Group Report: Key KM Lessons Learned
Group F: William Ward, Sarah Shesko, Gay Scott, Veronica Taylor, Anthony Steward
Knowledge Management and Organizational Change
March 30, 2011
What is Knowledge Management?
Knowledge Management (KM) may best be described as the processes that direct the conception, distribution, and utilization of knowledge. It should be understood in terms of a philosophy rather than a high-tech solution. In the past KM was focused on the idea that knowledge already exists and that knowledge needs to be accumulated, but now the focus has shifted to more of knowledge creation and mobility. As Mark McElroy ...view middle of the document...
The company that I work for, Roche Diagnostics is trying to change the way information is shared within the corporation. It is not about improving technology or database access, but rather changing the cultural belief in which employees work It comes down to connecting those with knowledge to those who need it. They believe in encouraging creativity and innovation by recognizing individual that share knowledge and embrace the team philosophy. They utilize existing knowledge databases and reward those that collaborate with others. This encourages the development of networks in which individuals with common interests can share knowledge and hopefully inspire new ways of thinking.
Connecting Sharers with Learners – Using Self-Assessment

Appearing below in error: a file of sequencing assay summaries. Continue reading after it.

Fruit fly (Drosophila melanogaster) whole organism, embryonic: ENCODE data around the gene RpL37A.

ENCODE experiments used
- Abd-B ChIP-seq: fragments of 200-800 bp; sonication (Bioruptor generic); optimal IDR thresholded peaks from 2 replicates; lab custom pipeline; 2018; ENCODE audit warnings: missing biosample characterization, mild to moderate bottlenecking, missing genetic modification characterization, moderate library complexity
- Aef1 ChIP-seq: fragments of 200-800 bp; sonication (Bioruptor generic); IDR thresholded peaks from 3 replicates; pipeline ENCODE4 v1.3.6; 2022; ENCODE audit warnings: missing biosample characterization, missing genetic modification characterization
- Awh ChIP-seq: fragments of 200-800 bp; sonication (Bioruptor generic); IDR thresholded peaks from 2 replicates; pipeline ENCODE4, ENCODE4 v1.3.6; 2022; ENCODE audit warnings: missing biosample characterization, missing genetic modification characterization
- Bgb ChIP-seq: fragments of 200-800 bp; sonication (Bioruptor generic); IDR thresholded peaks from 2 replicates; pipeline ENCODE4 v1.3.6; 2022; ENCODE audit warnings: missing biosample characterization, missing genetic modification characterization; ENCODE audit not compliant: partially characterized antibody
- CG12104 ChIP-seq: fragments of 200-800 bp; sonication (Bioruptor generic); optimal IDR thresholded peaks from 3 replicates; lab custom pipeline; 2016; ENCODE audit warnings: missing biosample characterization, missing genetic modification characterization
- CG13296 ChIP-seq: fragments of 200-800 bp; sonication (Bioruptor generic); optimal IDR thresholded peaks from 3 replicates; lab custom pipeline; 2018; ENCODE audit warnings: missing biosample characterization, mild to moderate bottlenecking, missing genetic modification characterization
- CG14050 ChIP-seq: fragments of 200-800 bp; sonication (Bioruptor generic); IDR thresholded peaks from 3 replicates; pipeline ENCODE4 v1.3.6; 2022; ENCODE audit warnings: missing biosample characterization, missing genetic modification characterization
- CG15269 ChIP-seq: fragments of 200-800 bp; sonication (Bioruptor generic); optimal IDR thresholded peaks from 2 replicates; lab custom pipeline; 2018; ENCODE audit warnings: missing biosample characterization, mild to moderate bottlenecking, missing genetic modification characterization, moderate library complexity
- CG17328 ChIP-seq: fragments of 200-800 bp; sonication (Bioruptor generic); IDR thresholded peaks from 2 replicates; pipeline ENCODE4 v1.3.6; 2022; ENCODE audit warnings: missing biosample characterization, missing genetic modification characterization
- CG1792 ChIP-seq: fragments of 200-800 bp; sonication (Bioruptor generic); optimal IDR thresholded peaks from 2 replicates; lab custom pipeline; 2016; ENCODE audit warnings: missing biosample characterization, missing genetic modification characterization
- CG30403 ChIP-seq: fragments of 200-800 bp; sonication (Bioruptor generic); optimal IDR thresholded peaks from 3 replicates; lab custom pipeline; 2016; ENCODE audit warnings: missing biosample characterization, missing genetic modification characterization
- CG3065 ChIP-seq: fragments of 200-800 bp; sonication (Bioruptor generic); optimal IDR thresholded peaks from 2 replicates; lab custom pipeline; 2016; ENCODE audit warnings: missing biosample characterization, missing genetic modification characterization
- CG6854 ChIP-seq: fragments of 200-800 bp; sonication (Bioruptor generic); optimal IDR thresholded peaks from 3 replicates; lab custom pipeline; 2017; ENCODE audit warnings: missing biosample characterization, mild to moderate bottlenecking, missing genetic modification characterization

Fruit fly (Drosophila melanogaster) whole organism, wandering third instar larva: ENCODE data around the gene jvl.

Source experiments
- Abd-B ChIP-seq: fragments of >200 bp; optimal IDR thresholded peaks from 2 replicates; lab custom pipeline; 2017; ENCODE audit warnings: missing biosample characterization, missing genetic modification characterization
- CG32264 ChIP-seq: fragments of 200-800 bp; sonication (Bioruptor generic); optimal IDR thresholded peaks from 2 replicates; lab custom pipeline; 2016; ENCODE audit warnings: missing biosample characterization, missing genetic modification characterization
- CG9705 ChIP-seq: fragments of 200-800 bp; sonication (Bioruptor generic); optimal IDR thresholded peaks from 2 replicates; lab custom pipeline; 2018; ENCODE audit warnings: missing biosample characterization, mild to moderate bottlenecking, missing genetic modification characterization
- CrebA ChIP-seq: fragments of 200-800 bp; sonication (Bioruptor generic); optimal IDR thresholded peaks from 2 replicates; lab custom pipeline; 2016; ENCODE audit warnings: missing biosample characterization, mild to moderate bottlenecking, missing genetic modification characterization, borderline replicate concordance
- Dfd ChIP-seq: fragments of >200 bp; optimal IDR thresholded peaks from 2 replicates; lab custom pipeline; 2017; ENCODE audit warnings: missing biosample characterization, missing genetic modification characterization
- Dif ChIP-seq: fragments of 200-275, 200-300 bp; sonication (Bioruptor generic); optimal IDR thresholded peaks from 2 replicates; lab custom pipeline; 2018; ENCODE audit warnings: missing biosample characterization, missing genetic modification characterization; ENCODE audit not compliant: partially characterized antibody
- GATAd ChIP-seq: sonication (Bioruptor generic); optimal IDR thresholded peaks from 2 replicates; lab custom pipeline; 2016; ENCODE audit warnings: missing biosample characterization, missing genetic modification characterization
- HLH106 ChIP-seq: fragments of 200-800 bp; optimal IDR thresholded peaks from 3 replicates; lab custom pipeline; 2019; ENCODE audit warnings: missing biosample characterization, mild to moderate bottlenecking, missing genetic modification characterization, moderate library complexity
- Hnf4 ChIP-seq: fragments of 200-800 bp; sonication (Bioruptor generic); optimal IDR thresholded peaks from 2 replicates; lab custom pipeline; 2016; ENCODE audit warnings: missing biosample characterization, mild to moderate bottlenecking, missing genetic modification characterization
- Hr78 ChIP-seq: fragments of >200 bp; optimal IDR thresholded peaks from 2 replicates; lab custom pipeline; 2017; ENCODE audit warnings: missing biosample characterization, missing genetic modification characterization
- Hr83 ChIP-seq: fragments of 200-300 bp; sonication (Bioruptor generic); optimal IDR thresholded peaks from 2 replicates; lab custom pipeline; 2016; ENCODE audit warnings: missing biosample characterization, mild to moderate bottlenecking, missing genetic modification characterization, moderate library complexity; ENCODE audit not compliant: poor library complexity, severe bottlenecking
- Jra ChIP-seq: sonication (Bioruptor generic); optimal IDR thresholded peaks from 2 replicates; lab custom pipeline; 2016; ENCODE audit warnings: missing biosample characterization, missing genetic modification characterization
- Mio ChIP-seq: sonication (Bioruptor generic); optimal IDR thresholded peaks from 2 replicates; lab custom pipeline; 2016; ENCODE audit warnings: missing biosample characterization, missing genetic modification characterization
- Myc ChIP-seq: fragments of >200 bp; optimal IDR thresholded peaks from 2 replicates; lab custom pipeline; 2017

I currently work for Dish Network. They are in the Satellite business with a concentration on customer service. There are many common practices shared by all Dish Network locations throughout the country. These common practices consist of using a common language so that all technicians can share knowledge with other technicians. All Dish Network locations and technicians concentrate on production efficiency, customer satisfaction, inventory control, vehicle maintenance and, rewards and recognition. It amazes me when I can call up another technician when I am having difficulties on a job and just by using the right words the other technician is able to help even though they are not seeing what I am seeing. By being able to share knowledge amongst the other technicians we are able to be very proficient in all five of the common practices.
Another way we are able to improve not only our individual performances but the companies overall numbers, is by using a self-assessment. This assessment is also the same for every technician throughout the company. Below is an example of the current program that Dish Network uses. It a program that every employee cares a great deal about.
In all locations the practice that all technicians care about the most is “ Rewards and Recognition. This is where technicians are able to earn more money. Based on level of competency 1 through 5 with five being the highest, technicians are able to determine whether or not they are going to earn extra money.
Level 5: Based on New connect rate, TC-12 (Trouble Calls within 12 days of being at the customer's home), Customer Satisfaction Score and Connectivity percentage technician earns 100% of the extra money.
Level 4: Technician's numbers are good but has a couple of low categories. Earns only 75% of the extra money.
Level 3: Technician's numbers are just below that of level 3, earns 50%.
Level 2: Technician has a few bad weeks in the beginning and comes on strong towards the end. However their numbers are below that of level 3. Technician earns 25%.
Level 1: Technician has very low numbers. Although they are not low enough to be let go as an employee, they do not earn any of the extra money.